Who is really hoarding US oil?

Sept. 22, 2008

by Roz Kohls

More than 96 percent of US taxpayers’ land has never been leased by the government for energy exploration. We can never increase our supply of oil if no one is allowed to look for it.

“Consumers are paying for this failure at the pump and in utility bills. Some are even paying for it with their jobs,” said Dan Kish, senior vice president for policy at the Institute for Energy Research, in a Sept. 10 article in Human Events.

Instead of opening up this land on shore and off our shores, Congress created a fiction about 68 million acres leased by oil companies. The oil companies supposedly are sitting on and refusing to pump oil from these acres, because the oil barons want to jack up the prices at the pump.

“This argument has even made it into this year’s presidential campaign, and is repeated as talking points by those who oppose more American drilling,” Kish said.

However, the existence of a lease does not guarantee the discovery of, or any particular quantity of oil and gas,” he added.

A lot of those leased lands are dry holes. Just like you can’t get blood out of a turnip, you can’t get oil out of a dry hole.

However, we are getting oil out of 25.6 percent of part of the leased land. That’s good. If the oil companies were allowed to drill on the rest of the leased land they haven’t had a chance to try yet, the odds are they would find more oil. More oil means prices would come down.

However, environmental lawsuits are next on the horizon, even if oil companies get permission to drill. If an area is open, environmentalists sue to close it. If an area is closed, they’ll sue to keep it that way.

A lease sale of 78 parcels took place in New Mexico recently, according to Ben Lieberman in the Aug. 15 Heritage Foundation. Environmentalists immediately protested all 78 leases.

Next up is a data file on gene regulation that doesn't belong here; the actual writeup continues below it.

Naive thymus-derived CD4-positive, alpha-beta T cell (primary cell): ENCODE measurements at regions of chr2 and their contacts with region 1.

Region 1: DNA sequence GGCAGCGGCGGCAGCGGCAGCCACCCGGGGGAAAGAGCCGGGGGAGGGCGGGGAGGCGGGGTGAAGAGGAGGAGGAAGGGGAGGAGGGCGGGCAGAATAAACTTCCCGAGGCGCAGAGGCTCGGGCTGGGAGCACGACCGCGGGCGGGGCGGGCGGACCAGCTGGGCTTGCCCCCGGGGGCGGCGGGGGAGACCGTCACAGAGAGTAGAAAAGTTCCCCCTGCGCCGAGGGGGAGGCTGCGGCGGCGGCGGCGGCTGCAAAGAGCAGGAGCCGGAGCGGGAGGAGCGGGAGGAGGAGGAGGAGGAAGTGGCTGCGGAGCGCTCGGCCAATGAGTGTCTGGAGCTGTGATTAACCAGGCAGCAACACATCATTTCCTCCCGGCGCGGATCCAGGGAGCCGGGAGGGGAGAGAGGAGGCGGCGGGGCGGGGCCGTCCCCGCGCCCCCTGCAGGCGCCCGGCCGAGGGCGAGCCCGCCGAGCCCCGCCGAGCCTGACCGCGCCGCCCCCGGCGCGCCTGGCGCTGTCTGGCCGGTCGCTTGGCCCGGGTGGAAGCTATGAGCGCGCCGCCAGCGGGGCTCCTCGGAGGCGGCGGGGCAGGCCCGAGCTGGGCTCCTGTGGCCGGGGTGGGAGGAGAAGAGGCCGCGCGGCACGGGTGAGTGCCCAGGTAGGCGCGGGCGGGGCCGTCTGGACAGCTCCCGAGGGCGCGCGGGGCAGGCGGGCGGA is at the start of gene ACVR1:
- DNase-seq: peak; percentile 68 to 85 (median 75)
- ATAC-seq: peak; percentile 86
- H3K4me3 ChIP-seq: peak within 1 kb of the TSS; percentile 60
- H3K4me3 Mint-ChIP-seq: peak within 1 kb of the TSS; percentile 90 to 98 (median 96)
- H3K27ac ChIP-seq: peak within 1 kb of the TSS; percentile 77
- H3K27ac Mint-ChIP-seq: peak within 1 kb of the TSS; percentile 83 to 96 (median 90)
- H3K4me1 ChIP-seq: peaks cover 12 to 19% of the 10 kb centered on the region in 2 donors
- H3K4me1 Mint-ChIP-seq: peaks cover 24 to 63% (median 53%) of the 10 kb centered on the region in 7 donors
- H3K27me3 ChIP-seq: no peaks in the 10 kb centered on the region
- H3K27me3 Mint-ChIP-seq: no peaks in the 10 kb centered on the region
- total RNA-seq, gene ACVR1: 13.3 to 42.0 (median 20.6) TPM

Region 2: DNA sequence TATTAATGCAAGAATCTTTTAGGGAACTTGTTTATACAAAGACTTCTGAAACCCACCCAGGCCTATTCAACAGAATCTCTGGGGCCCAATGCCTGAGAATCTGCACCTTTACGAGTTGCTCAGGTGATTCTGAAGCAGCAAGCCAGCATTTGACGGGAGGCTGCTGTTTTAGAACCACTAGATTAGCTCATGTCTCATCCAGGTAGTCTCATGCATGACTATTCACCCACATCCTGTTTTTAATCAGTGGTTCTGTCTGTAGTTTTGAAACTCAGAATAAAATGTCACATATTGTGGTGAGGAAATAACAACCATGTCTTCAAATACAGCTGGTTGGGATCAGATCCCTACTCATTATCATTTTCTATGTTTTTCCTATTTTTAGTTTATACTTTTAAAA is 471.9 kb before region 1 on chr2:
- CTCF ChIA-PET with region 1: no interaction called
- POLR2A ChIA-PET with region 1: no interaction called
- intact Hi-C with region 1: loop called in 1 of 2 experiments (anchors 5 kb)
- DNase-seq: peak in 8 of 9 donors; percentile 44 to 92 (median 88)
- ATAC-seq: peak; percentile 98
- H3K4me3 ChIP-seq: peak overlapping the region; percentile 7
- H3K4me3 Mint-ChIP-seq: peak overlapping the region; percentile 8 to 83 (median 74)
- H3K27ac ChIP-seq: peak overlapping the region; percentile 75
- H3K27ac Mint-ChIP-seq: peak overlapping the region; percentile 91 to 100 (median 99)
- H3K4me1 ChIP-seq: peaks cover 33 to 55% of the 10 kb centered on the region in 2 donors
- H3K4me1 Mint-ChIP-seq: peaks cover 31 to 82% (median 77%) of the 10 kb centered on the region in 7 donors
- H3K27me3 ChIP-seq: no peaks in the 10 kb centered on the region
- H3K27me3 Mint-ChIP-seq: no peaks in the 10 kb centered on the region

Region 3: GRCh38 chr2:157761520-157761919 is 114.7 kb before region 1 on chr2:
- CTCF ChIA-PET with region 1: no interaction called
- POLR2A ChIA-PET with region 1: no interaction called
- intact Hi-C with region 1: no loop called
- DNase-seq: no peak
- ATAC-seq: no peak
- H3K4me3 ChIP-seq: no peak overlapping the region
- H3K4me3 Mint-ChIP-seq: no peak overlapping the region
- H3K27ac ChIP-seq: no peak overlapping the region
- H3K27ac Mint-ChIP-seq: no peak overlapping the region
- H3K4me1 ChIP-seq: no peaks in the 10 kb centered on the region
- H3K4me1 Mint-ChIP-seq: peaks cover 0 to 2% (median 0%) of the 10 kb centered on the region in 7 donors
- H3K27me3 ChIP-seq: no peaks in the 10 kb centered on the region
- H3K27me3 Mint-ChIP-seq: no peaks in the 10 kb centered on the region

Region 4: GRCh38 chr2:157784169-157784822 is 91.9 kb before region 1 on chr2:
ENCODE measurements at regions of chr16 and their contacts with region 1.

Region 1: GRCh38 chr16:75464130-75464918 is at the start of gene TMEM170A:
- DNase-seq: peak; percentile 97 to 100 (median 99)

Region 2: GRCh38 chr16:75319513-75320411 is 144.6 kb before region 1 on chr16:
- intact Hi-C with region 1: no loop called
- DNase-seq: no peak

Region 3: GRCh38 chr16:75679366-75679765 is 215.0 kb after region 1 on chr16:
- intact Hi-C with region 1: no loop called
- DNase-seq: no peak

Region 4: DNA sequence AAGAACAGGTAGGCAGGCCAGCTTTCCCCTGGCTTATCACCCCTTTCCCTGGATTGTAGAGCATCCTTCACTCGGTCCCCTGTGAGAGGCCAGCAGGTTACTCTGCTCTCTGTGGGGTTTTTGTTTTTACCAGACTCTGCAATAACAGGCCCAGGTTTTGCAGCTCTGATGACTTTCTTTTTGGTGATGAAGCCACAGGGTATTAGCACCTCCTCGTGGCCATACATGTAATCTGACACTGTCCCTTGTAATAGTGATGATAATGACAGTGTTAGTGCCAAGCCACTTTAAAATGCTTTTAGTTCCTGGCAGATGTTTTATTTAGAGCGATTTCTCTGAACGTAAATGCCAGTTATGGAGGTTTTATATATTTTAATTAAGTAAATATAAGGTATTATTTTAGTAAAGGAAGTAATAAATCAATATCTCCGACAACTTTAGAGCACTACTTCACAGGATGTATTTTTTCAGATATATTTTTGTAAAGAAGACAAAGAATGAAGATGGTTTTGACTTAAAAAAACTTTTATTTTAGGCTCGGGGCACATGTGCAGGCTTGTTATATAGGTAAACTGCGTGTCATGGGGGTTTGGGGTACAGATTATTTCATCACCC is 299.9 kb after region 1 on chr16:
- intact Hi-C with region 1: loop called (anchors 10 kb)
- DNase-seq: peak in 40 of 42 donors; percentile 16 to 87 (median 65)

Oil production in northwestern Colorado also was shut down by the Endangered Species Act to protect the black-footed ferret, Lieberman said.

The most irritating means of delay and halts to drilling are the fear of oil spills, which environmentalists exploit with every fiber of their being. In 1969, an oil rig off the coast of Santa Barbara spilled 80,000 barrels of oil into the ocean.

That was 40 years ago, yet the environmentalists and many in Congress act as if new technology has never occurred to the oil industry. Only 852 barrels have spilled in southern California since then, said Deroy Murdock of USA Today.

When hurricanes Katrina and Rita blew through 115 Gulf of Mexico platforms, there were no major spills, according to US Minerals Management Service and the US Coast Guard. Technology has definitely improved oil drilling.

And here’s more about Santa Barbara. Kish said it is home to the largest natural oil seep ever observed. In one small area, 100 barrels per day seep to the surface naturally. The oil clogging Santa Barbara’s county beaches is 100 percent natural. The only place it doesn’t seep is around an oil drilling platform. The drilling releases pressure underground.